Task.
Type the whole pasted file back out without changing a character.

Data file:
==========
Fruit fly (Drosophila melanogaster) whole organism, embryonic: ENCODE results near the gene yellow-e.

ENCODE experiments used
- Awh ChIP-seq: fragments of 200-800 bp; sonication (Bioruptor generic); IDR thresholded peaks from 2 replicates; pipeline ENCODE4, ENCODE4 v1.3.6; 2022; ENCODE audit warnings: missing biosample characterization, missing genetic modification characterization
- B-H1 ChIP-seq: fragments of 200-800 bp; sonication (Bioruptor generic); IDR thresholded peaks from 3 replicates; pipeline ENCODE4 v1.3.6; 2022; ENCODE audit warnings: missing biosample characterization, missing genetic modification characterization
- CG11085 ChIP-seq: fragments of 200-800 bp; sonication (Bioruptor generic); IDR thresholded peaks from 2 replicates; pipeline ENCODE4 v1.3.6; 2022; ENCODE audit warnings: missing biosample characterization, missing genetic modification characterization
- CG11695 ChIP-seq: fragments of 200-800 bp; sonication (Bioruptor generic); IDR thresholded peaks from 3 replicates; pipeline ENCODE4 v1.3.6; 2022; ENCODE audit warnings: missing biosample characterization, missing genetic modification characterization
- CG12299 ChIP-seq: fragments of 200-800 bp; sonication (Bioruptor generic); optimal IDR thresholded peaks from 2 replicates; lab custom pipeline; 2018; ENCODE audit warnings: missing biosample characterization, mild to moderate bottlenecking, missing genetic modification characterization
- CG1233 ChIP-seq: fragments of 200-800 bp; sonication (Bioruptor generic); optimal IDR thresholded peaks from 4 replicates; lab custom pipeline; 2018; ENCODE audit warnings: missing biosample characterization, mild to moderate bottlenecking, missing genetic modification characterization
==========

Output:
Fruit fly (Drosophila melanogaster) whole organism, embryonic: ENCODE results near the gene yellow-e.

ENCODE experiments used
- Awh ChIP-seq: fragments of 200-800 bp; sonication (Bioruptor generic); IDR thresholded peaks from 2 replicates; pipeline ENCODE4, ENCODE4 v1.3.6; 2022; ENCODE audit warnings: missing biosample characterization, missing genetic modification characterization
- B-H1 ChIP-seq: fragments of 200-800 bp; sonication (Bioruptor generic); IDR thresholded peaks from 3 replicates; pipeline ENCODE4 v1.3.6; 2022; ENCODE audit warnings: missing biosample characterization, missing genetic modification characterization
- CG11085 ChIP-seq: fragments of 200-800 bp; sonication (Bioruptor generic); IDR thresholded peaks from 2 replicates; pipeline ENCODE4 v1.3.6; 2022; ENCODE audit warnings: missing biosample characterization, missing genetic modification characterization
- CG11695 ChIP-seq: fragments of 200-800 bp; sonication (Bioruptor generic); IDR thresholded peaks from 3 replicates; pipeline ENCODE4 v1.3.6; 2022; ENCODE audit warnings: missing biosample characterization, missing genetic modification characterization
- CG12299 ChIP-seq: fragments of 200-800 bp; sonication (Bioruptor generic); optimal IDR thresholded peaks from 2 replicates; lab custom pipeline; 2018; ENCODE audit warnings: missing biosample characterization, mild to moderate bottlenecking, missing genetic modification characterization
- CG1233 ChIP-seq: fragments of 200-800 bp; sonication (Bioruptor generic); optimal IDR thresholded peaks from 4 replicates; lab custom pipeline; 2018; ENCODE audit warnings: missing biosample characterization, mild to moderate bottlenecking, missing genetic modification characterization